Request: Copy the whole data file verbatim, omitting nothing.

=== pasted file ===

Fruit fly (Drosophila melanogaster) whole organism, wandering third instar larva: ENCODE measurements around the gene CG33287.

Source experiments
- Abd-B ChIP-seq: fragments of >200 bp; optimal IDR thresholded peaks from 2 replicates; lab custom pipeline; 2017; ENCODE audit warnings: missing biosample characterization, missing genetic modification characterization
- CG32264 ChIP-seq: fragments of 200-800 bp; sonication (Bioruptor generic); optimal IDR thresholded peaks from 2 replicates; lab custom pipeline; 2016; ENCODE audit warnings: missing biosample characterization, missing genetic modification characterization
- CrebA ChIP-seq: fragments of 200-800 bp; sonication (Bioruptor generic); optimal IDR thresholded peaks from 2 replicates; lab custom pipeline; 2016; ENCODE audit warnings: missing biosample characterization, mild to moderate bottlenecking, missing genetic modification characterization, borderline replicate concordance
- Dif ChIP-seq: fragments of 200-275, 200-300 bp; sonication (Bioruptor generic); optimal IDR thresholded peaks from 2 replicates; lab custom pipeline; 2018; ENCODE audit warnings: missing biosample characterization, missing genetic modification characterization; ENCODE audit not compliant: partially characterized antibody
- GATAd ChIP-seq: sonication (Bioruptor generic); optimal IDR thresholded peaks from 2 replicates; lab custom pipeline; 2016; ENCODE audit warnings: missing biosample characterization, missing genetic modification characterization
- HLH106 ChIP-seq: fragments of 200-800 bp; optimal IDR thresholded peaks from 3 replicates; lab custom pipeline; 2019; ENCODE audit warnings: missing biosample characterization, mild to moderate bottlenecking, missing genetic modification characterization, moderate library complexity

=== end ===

Fruit fly (Drosophila melanogaster) whole organism, wandering third instar larva: ENCODE measurements around the gene CG33287.

Source experiments
- Abd-B ChIP-seq: fragments of >200 bp; optimal IDR thresholded peaks from 2 replicates; lab custom pipeline; 2017; ENCODE audit warnings: missing biosample characterization, missing genetic modification characterization
- CG32264 ChIP-seq: fragments of 200-800 bp; sonication (Bioruptor generic); optimal IDR thresholded peaks from 2 replicates; lab custom pipeline; 2016; ENCODE audit warnings: missing biosample characterization, missing genetic modification characterization
- CrebA ChIP-seq: fragments of 200-800 bp; sonication (Bioruptor generic); optimal IDR thresholded peaks from 2 replicates; lab custom pipeline; 2016; ENCODE audit warnings: missing biosample characterization, mild to moderate bottlenecking, missing genetic modification characterization, borderline replicate concordance
- Dif ChIP-seq: fragments of 200-275, 200-300 bp; sonication (Bioruptor generic); optimal IDR thresholded peaks from 2 replicates; lab custom pipeline; 2018; ENCODE audit warnings: missing biosample characterization, missing genetic modification characterization; ENCODE audit not compliant: partially characterized antibody
- GATAd ChIP-seq: sonication (Bioruptor generic); optimal IDR thresholded peaks from 2 replicates; lab custom pipeline; 2016; ENCODE audit warnings: missing biosample characterization, missing genetic modification characterization
- HLH106 ChIP-seq: fragments of 200-800 bp; optimal IDR thresholded peaks from 3 replicates; lab custom pipeline; 2019; ENCODE audit warnings: missing biosample characterization, mild to moderate bottlenecking, missing genetic modification characterization, moderate library complexity